The New York Times reports that a “436-foot-long German-owned cargo vessel called the Magellan Star,” with a crew of 11, was hijacked in the gulf of Aden by Somali pirates on Wednesday morning. Coming to the rescue of the Germans was 24 American marines. They boarded the ship and captured the pirates without firing a shot. I’m sure that their arrival was a welcoming sight to the detained crew members. However, this raise critical questions concerning America’s role on the high seas.
Let me be upfront concerning what I don’t know. I’m not aware if there is an American, NATO, or UN policy that places the United States in the role of international naval police. If that is a reality then the fuss that I’m about to make concerning the actions that the military took is unwarranted. Furthermore, America could have spoken to German officials and received permission to act in behalf of their captured countrymen, or perhaps the sea of Aden falls within American jurisdiction–this is probable if the U.S. has bases in the area.
If the points stated above are not true, then I invite all to entertain my musings on U.S.’ military involvement where, perhaps, it shouldn’t be. Before I go further, let me say that I’m not against the idea that America shouldn’t be stagnant in responding to emergencies in which it is capable of providing superior aid. With that reasoning, there is also a need to set up policies and regulations concerning what should be viewed as an appropriate emergency to be acted on and what should the appropriate actions be.
In cases which require humanitarian aid it is often easy to make quick and quarrel-less judgments concerning if action should be taken and what type. Flying over a village and dropping sacks of rice and/or medical aid will usually get you less gun fire than marching U.S. soldiers into a sovereign state, even if it is to liberate them. Everyone is excited about liberation but no one is excited about occupation–which is necessary if peace is to be sustained until the freed people establish their government. Of course, the manner in which one is occupied plays a major role in their view of the occupiers.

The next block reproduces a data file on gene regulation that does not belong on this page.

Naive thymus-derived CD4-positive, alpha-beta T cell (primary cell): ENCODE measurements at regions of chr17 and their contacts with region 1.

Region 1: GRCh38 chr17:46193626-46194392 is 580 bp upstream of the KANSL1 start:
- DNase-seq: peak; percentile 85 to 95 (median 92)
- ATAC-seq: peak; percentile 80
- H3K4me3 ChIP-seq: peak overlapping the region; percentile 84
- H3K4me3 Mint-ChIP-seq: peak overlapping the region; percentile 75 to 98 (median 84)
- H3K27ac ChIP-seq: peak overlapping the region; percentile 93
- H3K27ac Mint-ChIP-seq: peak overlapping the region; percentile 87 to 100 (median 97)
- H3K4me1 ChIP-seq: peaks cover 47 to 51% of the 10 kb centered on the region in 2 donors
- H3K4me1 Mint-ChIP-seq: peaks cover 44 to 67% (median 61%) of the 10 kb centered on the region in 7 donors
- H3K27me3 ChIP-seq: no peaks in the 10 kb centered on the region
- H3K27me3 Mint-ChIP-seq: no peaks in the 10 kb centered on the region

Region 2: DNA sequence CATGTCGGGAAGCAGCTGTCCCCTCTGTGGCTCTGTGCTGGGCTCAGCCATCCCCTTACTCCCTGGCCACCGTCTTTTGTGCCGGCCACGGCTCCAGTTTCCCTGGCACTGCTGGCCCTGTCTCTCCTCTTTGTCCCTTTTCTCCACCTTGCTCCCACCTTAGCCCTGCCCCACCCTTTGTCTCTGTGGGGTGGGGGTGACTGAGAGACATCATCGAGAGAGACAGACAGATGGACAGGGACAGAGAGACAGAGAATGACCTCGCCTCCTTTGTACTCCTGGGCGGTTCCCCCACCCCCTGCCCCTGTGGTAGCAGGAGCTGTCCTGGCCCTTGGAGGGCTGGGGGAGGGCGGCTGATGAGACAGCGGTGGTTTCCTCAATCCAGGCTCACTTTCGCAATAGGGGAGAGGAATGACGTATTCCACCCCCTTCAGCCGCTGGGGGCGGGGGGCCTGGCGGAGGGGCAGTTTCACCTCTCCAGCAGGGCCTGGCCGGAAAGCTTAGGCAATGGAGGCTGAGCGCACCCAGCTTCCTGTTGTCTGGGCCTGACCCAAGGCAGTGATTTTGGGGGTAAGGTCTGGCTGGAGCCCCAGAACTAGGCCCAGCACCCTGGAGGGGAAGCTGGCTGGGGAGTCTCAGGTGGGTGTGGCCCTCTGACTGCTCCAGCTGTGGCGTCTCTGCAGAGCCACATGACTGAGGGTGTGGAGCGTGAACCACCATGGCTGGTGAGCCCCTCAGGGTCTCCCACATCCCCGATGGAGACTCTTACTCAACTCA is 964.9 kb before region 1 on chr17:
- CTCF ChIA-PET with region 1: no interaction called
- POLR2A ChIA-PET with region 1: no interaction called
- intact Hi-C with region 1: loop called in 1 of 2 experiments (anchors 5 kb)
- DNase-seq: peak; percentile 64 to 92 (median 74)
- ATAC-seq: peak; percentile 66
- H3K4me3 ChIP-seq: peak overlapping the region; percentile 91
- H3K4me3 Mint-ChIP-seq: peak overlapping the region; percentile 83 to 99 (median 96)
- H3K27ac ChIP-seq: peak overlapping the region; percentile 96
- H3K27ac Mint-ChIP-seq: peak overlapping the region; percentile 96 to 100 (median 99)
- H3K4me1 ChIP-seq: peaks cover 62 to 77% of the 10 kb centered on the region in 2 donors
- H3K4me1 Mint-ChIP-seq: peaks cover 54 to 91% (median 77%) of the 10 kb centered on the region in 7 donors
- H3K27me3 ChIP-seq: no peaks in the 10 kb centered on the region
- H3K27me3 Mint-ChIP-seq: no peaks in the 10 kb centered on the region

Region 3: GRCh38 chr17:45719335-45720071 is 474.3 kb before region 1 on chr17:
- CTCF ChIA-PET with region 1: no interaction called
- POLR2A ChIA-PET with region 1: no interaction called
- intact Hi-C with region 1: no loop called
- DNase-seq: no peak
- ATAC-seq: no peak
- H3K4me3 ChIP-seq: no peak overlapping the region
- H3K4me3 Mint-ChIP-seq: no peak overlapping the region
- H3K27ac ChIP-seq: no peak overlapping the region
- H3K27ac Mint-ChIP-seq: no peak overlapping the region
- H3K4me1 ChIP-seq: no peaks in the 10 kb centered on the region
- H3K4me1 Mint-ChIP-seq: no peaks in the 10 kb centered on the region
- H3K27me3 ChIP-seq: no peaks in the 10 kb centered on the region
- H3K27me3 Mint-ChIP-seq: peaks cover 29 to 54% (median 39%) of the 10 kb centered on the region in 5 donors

With the boarding of the German ship, the American military retrieved the assets of employees belonging to another nation, and saved their lives. What if these employees where killed in the rescue attempt, would the Germans have been angered at the Americans? What if it was a Saudi ship? What would have been the result? Though involving in these situations is noble, it may get complicated.
This is why, if it hasn’t done so already, the UN needs to establish some sort of international naval police. There is no need to allow the U.S. to run amok as if it is some kind of international police. What if it was another nation that boards an American vessel in order to save it and the mission goes wrong? There is no outrage when things go right, but as soon as there is a problem intentions are forgotten.
America has become too involved in the affairs of others. The Somali pirates need to be dealt with by the Somali officials if they are operating on Somali owned waterways, and the UN if they are operating on international waterways–meaning, areas of the high seas that do not fall under the jurisdiction of any nation. The American military is stretched out as it is and the last thing they need is to be the sea police.
The United States seems to have become like the old British empire, upon which “the sun never sets.” Well, the sun did eventually set–though it may be argued that the British still retain major influence in large parts of the world. Their influence is no match for America’s dominion of the world. This is due largely to the long arm of the American war machine. The sun never sets on the American empire.
- U.S. Marines Free Ship From Somali Pirates (nytimes.com)
- US marines retake hijacked ship (bbc.co.uk)
- U.S. Marines seize ship from pirates in the Gulf of Aden (reuters.com)
- You: U.S. Marines nab Somali pirates in Gulf of Aden (washingtonpost.com)